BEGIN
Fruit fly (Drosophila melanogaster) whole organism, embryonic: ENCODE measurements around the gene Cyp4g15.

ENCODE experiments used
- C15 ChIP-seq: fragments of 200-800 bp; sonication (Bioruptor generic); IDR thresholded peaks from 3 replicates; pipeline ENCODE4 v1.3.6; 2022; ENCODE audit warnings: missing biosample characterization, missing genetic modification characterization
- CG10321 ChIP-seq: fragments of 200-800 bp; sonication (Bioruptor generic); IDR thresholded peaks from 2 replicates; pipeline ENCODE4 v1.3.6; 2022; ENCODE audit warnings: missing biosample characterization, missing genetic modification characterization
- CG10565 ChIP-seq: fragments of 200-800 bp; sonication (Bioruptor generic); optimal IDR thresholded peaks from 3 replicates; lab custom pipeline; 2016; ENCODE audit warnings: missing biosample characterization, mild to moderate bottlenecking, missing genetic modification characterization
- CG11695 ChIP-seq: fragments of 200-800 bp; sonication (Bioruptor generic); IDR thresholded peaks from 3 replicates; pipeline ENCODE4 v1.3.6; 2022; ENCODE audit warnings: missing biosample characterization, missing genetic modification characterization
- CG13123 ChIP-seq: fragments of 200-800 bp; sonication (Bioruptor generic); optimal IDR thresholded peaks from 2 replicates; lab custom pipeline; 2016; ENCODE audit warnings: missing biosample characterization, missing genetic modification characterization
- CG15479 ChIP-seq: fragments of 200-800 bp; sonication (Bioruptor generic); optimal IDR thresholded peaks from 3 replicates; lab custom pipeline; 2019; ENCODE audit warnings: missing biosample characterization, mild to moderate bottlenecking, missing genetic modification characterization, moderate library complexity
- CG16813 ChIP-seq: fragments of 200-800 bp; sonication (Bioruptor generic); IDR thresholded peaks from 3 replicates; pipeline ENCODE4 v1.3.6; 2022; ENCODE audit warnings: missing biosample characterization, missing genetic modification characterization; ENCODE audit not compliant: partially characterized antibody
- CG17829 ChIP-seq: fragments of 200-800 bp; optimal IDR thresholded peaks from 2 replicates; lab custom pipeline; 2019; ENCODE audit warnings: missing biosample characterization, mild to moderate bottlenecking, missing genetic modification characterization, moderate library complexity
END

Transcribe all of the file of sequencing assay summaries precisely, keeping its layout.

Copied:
Fruit fly (Drosophila melanogaster) whole organism, embryonic: ENCODE measurements around the gene Cyp4g15.

ENCODE experiments used
- C15 ChIP-seq: fragments of 200-800 bp; sonication (Bioruptor generic); IDR thresholded peaks from 3 replicates; pipeline ENCODE4 v1.3.6; 2022; ENCODE audit warnings: missing biosample characterization, missing genetic modification characterization
- CG10321 ChIP-seq: fragments of 200-800 bp; sonication (Bioruptor generic); IDR thresholded peaks from 2 replicates; pipeline ENCODE4 v1.3.6; 2022; ENCODE audit warnings: missing biosample characterization, missing genetic modification characterization
- CG10565 ChIP-seq: fragments of 200-800 bp; sonication (Bioruptor generic); optimal IDR thresholded peaks from 3 replicates; lab custom pipeline; 2016; ENCODE audit warnings: missing biosample characterization, mild to moderate bottlenecking, missing genetic modification characterization
- CG11695 ChIP-seq: fragments of 200-800 bp; sonication (Bioruptor generic); IDR thresholded peaks from 3 replicates; pipeline ENCODE4 v1.3.6; 2022; ENCODE audit warnings: missing biosample characterization, missing genetic modification characterization
- CG13123 ChIP-seq: fragments of 200-800 bp; sonication (Bioruptor generic); optimal IDR thresholded peaks from 2 replicates; lab custom pipeline; 2016; ENCODE audit warnings: missing biosample characterization, missing genetic modification characterization
- CG15479 ChIP-seq: fragments of 200-800 bp; sonication (Bioruptor generic); optimal IDR thresholded peaks from 3 replicates; lab custom pipeline; 2019; ENCODE audit warnings: missing biosample characterization, mild to moderate bottlenecking, missing genetic modification characterization, moderate library complexity
- CG16813 ChIP-seq: fragments of 200-800 bp; sonication (Bioruptor generic); IDR thresholded peaks from 3 replicates; pipeline ENCODE4 v1.3.6; 2022; ENCODE audit warnings: missing biosample characterization, missing genetic modification characterization; ENCODE audit not compliant: partially characterized antibody
- CG17829 ChIP-seq: fragments of 200-800 bp; optimal IDR thresholded peaks from 2 replicates; lab custom pipeline; 2019; ENCODE audit warnings: missing biosample characterization, mild to moderate bottlenecking, missing genetic modification characterization, moderate library complexity